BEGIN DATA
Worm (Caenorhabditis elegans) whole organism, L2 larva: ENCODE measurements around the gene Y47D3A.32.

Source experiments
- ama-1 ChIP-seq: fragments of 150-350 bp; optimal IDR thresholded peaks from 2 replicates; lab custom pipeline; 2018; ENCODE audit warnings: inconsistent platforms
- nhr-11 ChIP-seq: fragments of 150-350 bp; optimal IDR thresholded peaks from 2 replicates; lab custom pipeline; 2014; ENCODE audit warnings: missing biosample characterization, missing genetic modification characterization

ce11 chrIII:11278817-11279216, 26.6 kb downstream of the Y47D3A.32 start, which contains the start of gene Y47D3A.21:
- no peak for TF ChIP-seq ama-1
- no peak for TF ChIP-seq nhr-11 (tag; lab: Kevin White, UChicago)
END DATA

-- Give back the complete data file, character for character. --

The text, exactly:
Worm (Caenorhabditis elegans) whole organism, L2 larva: ENCODE measurements around the gene Y47D3A.32.

Source experiments
- ama-1 ChIP-seq: fragments of 150-350 bp; optimal IDR thresholded peaks from 2 replicates; lab custom pipeline; 2018; ENCODE audit warnings: inconsistent platforms
- nhr-11 ChIP-seq: fragments of 150-350 bp; optimal IDR thresholded peaks from 2 replicates; lab custom pipeline; 2014; ENCODE audit warnings: missing biosample characterization, missing genetic modification characterization

ce11 chrIII:11278817-11279216, 26.6 kb downstream of the Y47D3A.32 start, which contains the start of gene Y47D3A.21:
- no peak for TF ChIP-seq ama-1
- no peak for TF ChIP-seq nhr-11 (tag; lab: Kevin White, UChicago)